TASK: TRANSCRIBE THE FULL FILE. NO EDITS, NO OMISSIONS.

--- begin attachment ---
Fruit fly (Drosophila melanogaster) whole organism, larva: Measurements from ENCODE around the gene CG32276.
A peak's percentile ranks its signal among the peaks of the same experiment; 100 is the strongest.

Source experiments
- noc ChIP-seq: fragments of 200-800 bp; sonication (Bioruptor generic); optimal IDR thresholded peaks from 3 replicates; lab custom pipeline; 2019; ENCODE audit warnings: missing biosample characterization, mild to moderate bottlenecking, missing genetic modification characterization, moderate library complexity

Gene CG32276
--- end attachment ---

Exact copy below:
Fruit fly (Drosophila melanogaster) whole organism, larva: Measurements from ENCODE around the gene CG32276.
A peak's percentile ranks its signal among the peaks of the same experiment; 100 is the strongest.

Source experiments
- noc ChIP-seq: fragments of 200-800 bp; sonication (Bioruptor generic); optimal IDR thresholded peaks from 3 replicates; lab custom pipeline; 2019; ENCODE audit warnings: missing biosample characterization, mild to moderate bottlenecking, missing genetic modification characterization, moderate library complexity

Gene CG32276